• AlexB

    This is segueing off topic, but perhaps there is a way to “hide” the cost of subway construction. For example, in New York, the Second Avenue Subway will cost more than $2 billion per mile. A big portion of these costs will be re-arranging the web of utilities that run under second avenue. Obviously, these utilities are not controlled by the transit authority, but the relocation of utilities could become a type of public easement.

    If this subway has been planned for 80 years, why did it all of a sudden become the responsibility of the MTA to relocate the utilities? Did ConEdison not know the subway would be built someday? When the Dept of Transportation laid the sidewalks and the road bed, did they not know it would have to be ripped up and slurry walls poured? Obviously, neither ConEd nor the DOT knew the exact route, but certainly some preparation could have been made. This is true for the buildings built along this avenue as well.

    Instead of waiting until there is more money to build the northwest connection portion of the circle line (I am assuming it will have to be under ground), the CTA and Chicago in general could require right now that all utility work include relocating the existing utilities to out-of-the-way parts of the street right of way.

    This could be done all over the country. By the time money becomes available for new subways years into the future (Geary Blvd in SF, for example), the “shell” i.e. uninterrupted stretch of empty dirt, will be available for rapid digging and station construction without the requisite years of preparation. All we have to decide now is which routes to prioritize, a much easier task.

  • Alex, in more competent cities, what you suggest is exactly what’s being done. For example, Calgary, the best modern case study of low-cost light rail, kept construction costs down by reserving ROW decades in advance. As soon as it knew it was going to build some sort of rapid transportation system, in the 1960s, it reserved strips of land for it. At the time it didn’t even know whether it would be rail, buses, or freeways. Once it chose light rail, it had available ROW for it.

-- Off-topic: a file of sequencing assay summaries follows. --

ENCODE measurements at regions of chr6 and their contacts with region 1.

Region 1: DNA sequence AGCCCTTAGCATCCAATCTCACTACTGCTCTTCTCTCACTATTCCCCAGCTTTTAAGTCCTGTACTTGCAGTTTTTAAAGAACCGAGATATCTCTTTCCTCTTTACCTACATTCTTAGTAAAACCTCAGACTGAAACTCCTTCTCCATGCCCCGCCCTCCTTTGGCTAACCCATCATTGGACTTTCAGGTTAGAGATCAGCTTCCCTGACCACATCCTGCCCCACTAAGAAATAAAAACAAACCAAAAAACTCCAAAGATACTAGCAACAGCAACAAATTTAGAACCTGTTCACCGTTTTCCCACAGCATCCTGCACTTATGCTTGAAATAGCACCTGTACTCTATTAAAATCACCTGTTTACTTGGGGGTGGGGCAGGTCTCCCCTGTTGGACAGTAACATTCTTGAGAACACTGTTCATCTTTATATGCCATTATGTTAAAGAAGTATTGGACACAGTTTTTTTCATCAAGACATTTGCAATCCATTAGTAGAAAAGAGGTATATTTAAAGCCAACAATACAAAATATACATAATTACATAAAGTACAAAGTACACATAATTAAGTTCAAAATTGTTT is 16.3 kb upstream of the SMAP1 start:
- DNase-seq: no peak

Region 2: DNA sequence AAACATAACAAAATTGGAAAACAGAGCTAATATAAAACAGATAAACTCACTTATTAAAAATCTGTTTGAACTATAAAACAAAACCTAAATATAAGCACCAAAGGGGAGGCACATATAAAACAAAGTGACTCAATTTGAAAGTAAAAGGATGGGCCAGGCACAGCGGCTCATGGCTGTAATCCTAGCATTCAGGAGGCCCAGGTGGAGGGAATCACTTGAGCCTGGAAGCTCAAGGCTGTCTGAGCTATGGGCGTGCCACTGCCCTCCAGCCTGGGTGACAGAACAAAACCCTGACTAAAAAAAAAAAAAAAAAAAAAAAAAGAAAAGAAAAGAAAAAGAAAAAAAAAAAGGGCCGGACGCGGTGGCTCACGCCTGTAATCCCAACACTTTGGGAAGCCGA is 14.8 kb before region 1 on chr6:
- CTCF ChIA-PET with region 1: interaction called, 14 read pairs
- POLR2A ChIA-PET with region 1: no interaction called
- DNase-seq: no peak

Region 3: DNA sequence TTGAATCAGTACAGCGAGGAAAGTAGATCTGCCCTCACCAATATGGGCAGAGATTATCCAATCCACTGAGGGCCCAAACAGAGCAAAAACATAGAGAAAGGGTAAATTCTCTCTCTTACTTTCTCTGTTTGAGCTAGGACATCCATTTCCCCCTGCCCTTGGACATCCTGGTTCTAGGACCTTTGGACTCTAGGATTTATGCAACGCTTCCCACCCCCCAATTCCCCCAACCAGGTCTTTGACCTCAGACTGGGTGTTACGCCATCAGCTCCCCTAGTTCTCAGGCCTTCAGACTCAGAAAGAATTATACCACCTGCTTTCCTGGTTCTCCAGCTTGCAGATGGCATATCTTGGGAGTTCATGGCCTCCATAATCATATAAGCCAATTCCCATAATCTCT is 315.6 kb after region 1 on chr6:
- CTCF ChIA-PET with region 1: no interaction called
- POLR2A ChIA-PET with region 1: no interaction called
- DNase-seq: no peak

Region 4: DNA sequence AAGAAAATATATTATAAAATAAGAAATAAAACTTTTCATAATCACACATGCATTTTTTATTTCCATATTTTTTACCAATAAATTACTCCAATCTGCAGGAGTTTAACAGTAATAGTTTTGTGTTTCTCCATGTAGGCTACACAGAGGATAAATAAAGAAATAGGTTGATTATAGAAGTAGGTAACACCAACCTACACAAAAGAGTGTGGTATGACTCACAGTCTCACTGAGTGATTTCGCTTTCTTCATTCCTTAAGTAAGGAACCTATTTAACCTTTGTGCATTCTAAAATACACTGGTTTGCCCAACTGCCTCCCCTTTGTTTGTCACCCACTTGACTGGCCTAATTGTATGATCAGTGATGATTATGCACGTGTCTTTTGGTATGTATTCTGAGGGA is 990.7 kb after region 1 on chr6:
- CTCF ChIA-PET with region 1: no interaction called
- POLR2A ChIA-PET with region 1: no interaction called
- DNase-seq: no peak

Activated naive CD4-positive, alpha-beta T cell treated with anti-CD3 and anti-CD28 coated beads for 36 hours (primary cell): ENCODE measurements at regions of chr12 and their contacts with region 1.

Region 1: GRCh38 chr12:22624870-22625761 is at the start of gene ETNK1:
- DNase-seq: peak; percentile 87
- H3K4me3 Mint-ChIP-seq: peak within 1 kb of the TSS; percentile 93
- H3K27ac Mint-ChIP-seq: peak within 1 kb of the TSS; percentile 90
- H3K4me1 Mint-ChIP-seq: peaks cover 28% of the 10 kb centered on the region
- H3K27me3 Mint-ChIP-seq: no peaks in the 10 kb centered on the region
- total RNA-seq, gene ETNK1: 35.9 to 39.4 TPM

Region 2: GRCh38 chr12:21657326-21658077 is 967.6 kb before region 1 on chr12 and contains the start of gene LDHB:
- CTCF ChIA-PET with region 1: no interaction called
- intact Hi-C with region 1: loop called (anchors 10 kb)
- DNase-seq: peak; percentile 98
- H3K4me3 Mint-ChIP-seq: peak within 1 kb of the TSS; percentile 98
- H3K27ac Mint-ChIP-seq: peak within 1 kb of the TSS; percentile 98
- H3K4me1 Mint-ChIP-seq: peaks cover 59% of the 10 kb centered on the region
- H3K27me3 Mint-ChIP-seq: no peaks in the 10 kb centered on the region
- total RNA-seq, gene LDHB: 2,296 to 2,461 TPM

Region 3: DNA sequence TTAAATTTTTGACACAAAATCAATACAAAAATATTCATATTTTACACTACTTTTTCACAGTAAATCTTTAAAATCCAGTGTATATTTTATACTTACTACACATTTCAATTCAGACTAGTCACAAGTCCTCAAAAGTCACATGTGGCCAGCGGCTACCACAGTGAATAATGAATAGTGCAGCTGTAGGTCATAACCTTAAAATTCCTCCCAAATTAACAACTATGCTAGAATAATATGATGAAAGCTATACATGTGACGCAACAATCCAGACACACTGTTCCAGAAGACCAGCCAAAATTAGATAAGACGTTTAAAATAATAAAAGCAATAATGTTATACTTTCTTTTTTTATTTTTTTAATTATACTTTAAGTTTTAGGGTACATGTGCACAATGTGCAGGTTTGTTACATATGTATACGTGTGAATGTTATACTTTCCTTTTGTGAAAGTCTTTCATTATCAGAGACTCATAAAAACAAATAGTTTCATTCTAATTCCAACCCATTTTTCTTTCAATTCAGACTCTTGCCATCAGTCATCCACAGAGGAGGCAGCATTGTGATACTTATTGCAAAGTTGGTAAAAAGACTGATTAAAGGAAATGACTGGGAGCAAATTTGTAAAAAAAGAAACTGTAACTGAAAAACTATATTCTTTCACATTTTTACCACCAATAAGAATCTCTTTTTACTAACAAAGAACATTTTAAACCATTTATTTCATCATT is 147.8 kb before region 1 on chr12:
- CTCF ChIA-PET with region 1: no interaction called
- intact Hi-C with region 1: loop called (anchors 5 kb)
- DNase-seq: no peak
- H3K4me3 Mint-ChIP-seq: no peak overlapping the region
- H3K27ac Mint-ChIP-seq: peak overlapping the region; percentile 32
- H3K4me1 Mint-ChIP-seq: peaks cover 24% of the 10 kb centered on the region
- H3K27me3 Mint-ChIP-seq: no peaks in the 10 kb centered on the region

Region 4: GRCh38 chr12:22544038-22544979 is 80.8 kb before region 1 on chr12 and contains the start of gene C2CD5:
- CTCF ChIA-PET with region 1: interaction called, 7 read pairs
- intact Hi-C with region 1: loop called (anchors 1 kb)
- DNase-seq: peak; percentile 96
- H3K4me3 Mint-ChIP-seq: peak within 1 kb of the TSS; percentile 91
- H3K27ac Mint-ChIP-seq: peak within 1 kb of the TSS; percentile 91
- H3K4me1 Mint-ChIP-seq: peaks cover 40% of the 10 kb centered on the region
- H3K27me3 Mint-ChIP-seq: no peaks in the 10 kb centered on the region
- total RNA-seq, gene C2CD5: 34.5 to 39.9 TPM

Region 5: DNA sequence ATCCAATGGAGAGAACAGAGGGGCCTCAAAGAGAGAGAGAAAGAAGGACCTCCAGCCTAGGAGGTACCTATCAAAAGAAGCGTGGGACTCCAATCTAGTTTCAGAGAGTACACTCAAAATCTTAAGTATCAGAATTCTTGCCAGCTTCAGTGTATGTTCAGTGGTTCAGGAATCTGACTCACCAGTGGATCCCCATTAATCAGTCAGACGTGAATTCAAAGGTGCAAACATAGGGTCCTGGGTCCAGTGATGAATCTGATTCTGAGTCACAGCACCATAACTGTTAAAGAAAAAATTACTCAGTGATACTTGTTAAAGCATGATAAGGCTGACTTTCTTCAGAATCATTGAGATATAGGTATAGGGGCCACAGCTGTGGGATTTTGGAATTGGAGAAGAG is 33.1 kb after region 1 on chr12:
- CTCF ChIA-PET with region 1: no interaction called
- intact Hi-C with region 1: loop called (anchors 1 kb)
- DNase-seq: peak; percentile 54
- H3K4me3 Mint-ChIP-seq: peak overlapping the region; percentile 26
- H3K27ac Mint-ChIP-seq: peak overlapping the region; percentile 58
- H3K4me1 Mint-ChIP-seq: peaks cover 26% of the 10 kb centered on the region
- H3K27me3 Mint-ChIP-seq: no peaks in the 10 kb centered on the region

Utility relocation has always been part of subway construction costs, going back to the first IRT line. It doesn’t benefit the utility companies – after a cut-and-cover segment is built, the utilities are returned to their original positions. In principle, TBMs are supposed to keep this to a minimum, since they tunnel underneath the utility lines and only require relocation at the stations.

  • ardecila

    It’s not clear how the second phase of the Circle Line would operate. I don’t think that CTA would send any Red Line trains into the Circle. I see two different possibilities: either CTA shifts the Purple Line into the State Street Subway, makes it into a full-time service, and runs it into the Circle, or a completely new service is created (Silver Line?) that runs from Fullerton-State Street Subway-Circle-Ashland/Lake.

    I like scenario A, since it doesn’t require trains to short-turn at Fullerton, and it provides a North Side express service that isn’t rush hour-only.

  • BIll

    That’s genius! Purple express to Fullerton/Belmont, State Street Subway, and then around the LOOP into the same Purple slots in the Loop! It saves the extra south-side slots that were being debated earlier in the comments. The only problem I can see are the extra slots under State Street. I highly doubt that it’s not at capacity right now.